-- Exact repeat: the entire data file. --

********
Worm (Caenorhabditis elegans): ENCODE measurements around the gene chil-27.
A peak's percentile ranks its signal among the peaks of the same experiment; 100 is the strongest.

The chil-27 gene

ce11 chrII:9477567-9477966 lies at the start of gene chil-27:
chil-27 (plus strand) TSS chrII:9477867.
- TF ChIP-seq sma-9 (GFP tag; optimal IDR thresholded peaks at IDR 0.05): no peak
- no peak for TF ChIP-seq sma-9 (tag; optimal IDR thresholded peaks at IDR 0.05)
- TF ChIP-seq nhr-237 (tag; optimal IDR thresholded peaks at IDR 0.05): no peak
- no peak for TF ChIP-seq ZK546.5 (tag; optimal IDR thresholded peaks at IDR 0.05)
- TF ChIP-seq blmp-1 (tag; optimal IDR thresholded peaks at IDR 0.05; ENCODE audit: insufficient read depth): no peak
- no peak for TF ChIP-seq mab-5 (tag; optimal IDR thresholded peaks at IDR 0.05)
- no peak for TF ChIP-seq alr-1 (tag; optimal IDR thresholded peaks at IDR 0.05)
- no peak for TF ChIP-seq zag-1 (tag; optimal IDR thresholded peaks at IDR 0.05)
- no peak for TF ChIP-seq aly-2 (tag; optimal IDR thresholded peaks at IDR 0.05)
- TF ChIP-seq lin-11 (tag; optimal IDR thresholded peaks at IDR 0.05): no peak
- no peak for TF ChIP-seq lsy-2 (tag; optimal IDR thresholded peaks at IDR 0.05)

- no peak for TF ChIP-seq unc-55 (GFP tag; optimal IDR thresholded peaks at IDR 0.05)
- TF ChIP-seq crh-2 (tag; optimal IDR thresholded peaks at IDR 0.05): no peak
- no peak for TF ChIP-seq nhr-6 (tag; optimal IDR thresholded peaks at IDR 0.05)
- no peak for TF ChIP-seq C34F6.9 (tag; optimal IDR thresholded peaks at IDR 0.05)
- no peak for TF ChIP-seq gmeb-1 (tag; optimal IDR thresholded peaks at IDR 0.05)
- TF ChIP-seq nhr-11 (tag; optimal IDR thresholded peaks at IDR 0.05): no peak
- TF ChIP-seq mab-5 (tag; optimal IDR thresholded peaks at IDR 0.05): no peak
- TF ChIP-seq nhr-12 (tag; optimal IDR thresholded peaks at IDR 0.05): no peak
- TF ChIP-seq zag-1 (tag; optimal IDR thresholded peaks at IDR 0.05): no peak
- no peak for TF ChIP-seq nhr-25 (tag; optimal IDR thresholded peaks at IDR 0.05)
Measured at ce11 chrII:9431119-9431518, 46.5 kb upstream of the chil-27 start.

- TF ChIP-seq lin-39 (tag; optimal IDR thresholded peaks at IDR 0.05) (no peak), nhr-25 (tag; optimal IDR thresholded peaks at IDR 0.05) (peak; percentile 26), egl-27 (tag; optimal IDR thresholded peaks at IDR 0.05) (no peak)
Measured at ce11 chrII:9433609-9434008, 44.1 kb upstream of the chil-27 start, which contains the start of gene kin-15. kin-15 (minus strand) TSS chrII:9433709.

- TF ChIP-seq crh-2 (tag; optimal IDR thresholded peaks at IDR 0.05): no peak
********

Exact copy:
Worm (Caenorhabditis elegans): ENCODE measurements around the gene chil-27.
A peak's percentile ranks its signal among the peaks of the same experiment; 100 is the strongest.

The chil-27 gene

ce11 chrII:9477567-9477966 lies at the start of gene chil-27:
chil-27 (plus strand) TSS chrII:9477867.
- TF ChIP-seq sma-9 (GFP tag; optimal IDR thresholded peaks at IDR 0.05): no peak
- no peak for TF ChIP-seq sma-9 (tag; optimal IDR thresholded peaks at IDR 0.05)
- TF ChIP-seq nhr-237 (tag; optimal IDR thresholded peaks at IDR 0.05): no peak
- no peak for TF ChIP-seq ZK546.5 (tag; optimal IDR thresholded peaks at IDR 0.05)
- TF ChIP-seq blmp-1 (tag; optimal IDR thresholded peaks at IDR 0.05; ENCODE audit: insufficient read depth): no peak
- no peak for TF ChIP-seq mab-5 (tag; optimal IDR thresholded peaks at IDR 0.05)
- no peak for TF ChIP-seq alr-1 (tag; optimal IDR thresholded peaks at IDR 0.05)
- no peak for TF ChIP-seq zag-1 (tag; optimal IDR thresholded peaks at IDR 0.05)
- no peak for TF ChIP-seq aly-2 (tag; optimal IDR thresholded peaks at IDR 0.05)
- TF ChIP-seq lin-11 (tag; optimal IDR thresholded peaks at IDR 0.05): no peak
- no peak for TF ChIP-seq lsy-2 (tag; optimal IDR thresholded peaks at IDR 0.05)

- no peak for TF ChIP-seq unc-55 (GFP tag; optimal IDR thresholded peaks at IDR 0.05)
- TF ChIP-seq crh-2 (tag; optimal IDR thresholded peaks at IDR 0.05): no peak
- no peak for TF ChIP-seq nhr-6 (tag; optimal IDR thresholded peaks at IDR 0.05)
- no peak for TF ChIP-seq C34F6.9 (tag; optimal IDR thresholded peaks at IDR 0.05)
- no peak for TF ChIP-seq gmeb-1 (tag; optimal IDR thresholded peaks at IDR 0.05)
- TF ChIP-seq nhr-11 (tag; optimal IDR thresholded peaks at IDR 0.05): no peak
- TF ChIP-seq mab-5 (tag; optimal IDR thresholded peaks at IDR 0.05): no peak
- TF ChIP-seq nhr-12 (tag; optimal IDR thresholded peaks at IDR 0.05): no peak
- TF ChIP-seq zag-1 (tag; optimal IDR thresholded peaks at IDR 0.05): no peak
- no peak for TF ChIP-seq nhr-25 (tag; optimal IDR thresholded peaks at IDR 0.05)
Measured at ce11 chrII:9431119-9431518, 46.5 kb upstream of the chil-27 start.

- TF ChIP-seq lin-39 (tag; optimal IDR thresholded peaks at IDR 0.05) (no peak), nhr-25 (tag; optimal IDR thresholded peaks at IDR 0.05) (peak; percentile 26), egl-27 (tag; optimal IDR thresholded peaks at IDR 0.05) (no peak)
Measured at ce11 chrII:9433609-9434008, 44.1 kb upstream of the chil-27 start, which contains the start of gene kin-15. kin-15 (minus strand) TSS chrII:9433709.

- TF ChIP-seq crh-2 (tag; optimal IDR thresholded peaks at IDR 0.05): no peak